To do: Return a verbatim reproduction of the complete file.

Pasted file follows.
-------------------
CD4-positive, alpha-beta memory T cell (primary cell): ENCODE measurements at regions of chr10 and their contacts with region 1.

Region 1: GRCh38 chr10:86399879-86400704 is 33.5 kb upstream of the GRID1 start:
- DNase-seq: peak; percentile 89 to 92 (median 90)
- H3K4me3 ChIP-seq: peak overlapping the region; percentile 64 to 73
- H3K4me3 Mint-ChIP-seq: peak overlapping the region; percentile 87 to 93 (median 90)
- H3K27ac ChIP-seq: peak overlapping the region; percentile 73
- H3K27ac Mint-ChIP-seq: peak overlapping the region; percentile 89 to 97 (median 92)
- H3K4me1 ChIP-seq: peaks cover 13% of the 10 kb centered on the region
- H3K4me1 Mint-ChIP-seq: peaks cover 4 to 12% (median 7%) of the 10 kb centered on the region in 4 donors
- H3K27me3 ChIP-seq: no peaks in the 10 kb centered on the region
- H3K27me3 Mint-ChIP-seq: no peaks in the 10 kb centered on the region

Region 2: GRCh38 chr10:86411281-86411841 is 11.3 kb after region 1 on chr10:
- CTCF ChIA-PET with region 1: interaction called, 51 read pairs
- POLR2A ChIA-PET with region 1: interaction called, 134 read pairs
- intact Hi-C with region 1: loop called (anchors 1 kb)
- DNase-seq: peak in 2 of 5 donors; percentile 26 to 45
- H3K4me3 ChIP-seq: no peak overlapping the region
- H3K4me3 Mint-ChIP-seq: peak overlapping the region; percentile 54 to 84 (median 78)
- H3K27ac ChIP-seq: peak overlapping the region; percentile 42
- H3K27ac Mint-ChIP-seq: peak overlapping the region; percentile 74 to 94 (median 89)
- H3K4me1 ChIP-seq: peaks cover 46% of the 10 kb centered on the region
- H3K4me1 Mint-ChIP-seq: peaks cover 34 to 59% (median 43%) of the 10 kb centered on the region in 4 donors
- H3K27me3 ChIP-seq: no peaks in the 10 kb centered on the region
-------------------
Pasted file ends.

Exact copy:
CD4-positive, alpha-beta memory T cell (primary cell): ENCODE measurements at regions of chr10 and their contacts with region 1.

Region 1: GRCh38 chr10:86399879-86400704 is 33.5 kb upstream of the GRID1 start:
- DNase-seq: peak; percentile 89 to 92 (median 90)
- H3K4me3 ChIP-seq: peak overlapping the region; percentile 64 to 73
- H3K4me3 Mint-ChIP-seq: peak overlapping the region; percentile 87 to 93 (median 90)
- H3K27ac ChIP-seq: peak overlapping the region; percentile 73
- H3K27ac Mint-ChIP-seq: peak overlapping the region; percentile 89 to 97 (median 92)
- H3K4me1 ChIP-seq: peaks cover 13% of the 10 kb centered on the region
- H3K4me1 Mint-ChIP-seq: peaks cover 4 to 12% (median 7%) of the 10 kb centered on the region in 4 donors
- H3K27me3 ChIP-seq: no peaks in the 10 kb centered on the region
- H3K27me3 Mint-ChIP-seq: no peaks in the 10 kb centered on the region

Region 2: GRCh38 chr10:86411281-86411841 is 11.3 kb after region 1 on chr10:
- CTCF ChIA-PET with region 1: interaction called, 51 read pairs
- POLR2A ChIA-PET with region 1: interaction called, 134 read pairs
- intact Hi-C with region 1: loop called (anchors 1 kb)
- DNase-seq: peak in 2 of 5 donors; percentile 26 to 45
- H3K4me3 ChIP-seq: no peak overlapping the region
- H3K4me3 Mint-ChIP-seq: peak overlapping the region; percentile 54 to 84 (median 78)
- H3K27ac ChIP-seq: peak overlapping the region; percentile 42
- H3K27ac Mint-ChIP-seq: peak overlapping the region; percentile 74 to 94 (median 89)
- H3K4me1 ChIP-seq: peaks cover 46% of the 10 kb centered on the region
- H3K4me1 Mint-ChIP-seq: peaks cover 34 to 59% (median 43%) of the 10 kb centered on the region in 4 donors
- H3K27me3 ChIP-seq: no peaks in the 10 kb centered on the region